and other regulatory and public health agencies to establish levels of lifetime daily intake of chemical substances that are likely to be without adverse effects in the general human population. EPA describes such levels (or doses) as risk Reference Doses (RfDs) for oral exposure and as risk Reference Concentrations (RfCs) for inhalation exposures (Faustmann and Omenn, 2001). EPA and other agencies also may establish levels to protect humans against short-term exposures or to protect specific subpopulations, such as individuals in occupational settings. In addition, EPA develops risk values for carcinogens, often based on animal data.
The use of animal data rests on substantial evidence that a relatively high degree of concordance exists between experimental animal findings and expected outcomes in humans. Their use also is necessitated by the fact that it is not possible to evaluate most forms of toxicity through intentional dosing studies in humans. The predictive value of animal studies for humans is, however, far from exact. Therefore, decisions to use results from animal studies rest, at least in part, on a “science policy” choice in which results from animal studies are generally assumed to hold for humans unless there is highly convincing evidence to the contrary (NRC, 1983; NRC, 1994).Taking into account the extensive batteries of animal studies conducted at high doses that are normally required for human risk assessment and the safety factors and conservative assumptions built into the risk-assessment process, this science policy choice generally reflects a cautious stance; but the possibility that animal studies, no matter how complete, may sometimes fail to reveal adverse health effects that are significant for humans cannot be ignored.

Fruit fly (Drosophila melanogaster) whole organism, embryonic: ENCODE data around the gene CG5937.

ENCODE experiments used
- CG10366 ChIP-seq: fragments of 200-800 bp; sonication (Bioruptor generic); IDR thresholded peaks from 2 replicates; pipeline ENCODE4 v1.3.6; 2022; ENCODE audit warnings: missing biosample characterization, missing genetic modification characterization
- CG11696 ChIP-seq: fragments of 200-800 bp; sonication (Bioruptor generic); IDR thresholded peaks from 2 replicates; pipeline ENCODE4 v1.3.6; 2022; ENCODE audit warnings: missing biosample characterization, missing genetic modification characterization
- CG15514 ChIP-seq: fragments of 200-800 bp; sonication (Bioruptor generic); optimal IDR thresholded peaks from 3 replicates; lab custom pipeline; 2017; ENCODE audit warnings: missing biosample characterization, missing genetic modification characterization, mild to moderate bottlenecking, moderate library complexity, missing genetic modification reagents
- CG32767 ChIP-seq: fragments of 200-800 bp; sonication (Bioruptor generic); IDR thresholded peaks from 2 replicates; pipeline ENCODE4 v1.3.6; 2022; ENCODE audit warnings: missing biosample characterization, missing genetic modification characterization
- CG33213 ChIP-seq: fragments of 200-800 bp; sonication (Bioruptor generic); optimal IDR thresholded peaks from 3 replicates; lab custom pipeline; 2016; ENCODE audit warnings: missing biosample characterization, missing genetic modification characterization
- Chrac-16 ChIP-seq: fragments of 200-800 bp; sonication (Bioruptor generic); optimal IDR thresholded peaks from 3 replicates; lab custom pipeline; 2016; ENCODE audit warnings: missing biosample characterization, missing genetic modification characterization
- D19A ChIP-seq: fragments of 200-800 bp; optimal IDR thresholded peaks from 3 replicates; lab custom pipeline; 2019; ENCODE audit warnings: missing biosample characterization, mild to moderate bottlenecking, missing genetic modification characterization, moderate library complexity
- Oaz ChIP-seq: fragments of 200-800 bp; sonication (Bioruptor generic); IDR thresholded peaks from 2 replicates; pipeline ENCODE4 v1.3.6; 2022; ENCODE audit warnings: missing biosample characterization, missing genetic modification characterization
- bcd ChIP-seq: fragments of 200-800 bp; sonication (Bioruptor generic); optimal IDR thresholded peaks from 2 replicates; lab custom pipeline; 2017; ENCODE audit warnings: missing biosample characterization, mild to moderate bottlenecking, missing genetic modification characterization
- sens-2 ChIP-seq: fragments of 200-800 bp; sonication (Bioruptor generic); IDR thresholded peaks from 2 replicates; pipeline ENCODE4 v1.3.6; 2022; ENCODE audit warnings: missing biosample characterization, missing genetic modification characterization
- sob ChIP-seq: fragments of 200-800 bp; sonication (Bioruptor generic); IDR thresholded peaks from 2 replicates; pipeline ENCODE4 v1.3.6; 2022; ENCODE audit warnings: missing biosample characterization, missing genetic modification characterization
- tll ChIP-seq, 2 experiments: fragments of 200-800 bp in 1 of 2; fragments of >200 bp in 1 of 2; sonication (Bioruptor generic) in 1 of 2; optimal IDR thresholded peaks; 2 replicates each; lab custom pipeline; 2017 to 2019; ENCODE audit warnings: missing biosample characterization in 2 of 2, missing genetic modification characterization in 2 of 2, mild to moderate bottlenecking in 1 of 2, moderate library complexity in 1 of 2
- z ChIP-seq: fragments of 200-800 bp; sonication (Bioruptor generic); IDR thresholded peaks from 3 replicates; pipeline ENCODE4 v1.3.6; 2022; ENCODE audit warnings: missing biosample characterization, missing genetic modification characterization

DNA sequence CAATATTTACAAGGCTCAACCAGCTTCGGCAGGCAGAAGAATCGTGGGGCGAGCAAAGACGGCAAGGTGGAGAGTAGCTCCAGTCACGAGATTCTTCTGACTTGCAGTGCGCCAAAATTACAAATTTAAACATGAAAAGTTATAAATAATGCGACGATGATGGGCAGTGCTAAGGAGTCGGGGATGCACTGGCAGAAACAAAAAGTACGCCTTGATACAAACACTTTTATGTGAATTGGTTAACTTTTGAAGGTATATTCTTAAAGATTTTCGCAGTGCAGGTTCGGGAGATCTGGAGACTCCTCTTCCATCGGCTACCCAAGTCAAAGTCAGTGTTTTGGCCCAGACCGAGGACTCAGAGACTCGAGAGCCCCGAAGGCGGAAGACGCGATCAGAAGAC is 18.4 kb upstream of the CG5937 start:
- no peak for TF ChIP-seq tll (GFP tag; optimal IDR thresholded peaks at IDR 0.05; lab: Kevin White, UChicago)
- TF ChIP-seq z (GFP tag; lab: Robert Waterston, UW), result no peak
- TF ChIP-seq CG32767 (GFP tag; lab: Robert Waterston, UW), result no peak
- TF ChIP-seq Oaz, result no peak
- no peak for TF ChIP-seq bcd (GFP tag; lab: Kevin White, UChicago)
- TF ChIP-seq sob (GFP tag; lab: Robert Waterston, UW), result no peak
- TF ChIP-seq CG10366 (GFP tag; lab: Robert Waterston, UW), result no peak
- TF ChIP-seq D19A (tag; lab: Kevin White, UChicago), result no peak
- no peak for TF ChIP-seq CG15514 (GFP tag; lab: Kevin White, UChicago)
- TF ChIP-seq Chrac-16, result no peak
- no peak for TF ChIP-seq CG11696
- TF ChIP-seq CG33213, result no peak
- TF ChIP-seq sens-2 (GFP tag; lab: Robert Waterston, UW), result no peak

Data from some types of human studies have played a significant role in the establishment of RfDs, RfCs, and other measures of protection (Dourson et al., 1996; EPA, 1999). Data from both intentional dosing studies in humans and epidemiological studies have been used, with the former generally limited to effects resulting from single or very short-term exposures. In a significant number of important cases, EPA has elected to derive risk values for carcinogens from epidemiological data (e.g., benzene, arsenic, chromium [VI], and several others), given the strength of the databases for these compounds. EPA guidelines for risk assessment express a preference for human over animal data, although they clearly note the difficulties in developing human data adequate for such quantitative assessments (EPA, 2003).
Generally, knowledge of the quantitative differences between doses causing adverse effects in animals and those causing adverse effects in humans is not precise. Beginning in the 1950s, scientists in regulatory agencies began applying “safety factors” to data from animal studies to establish “acceptable daily intakes” (Lehmann and Fitzhugh, 1954). Those factors (100-fold when the animal data were derived from chronic stud-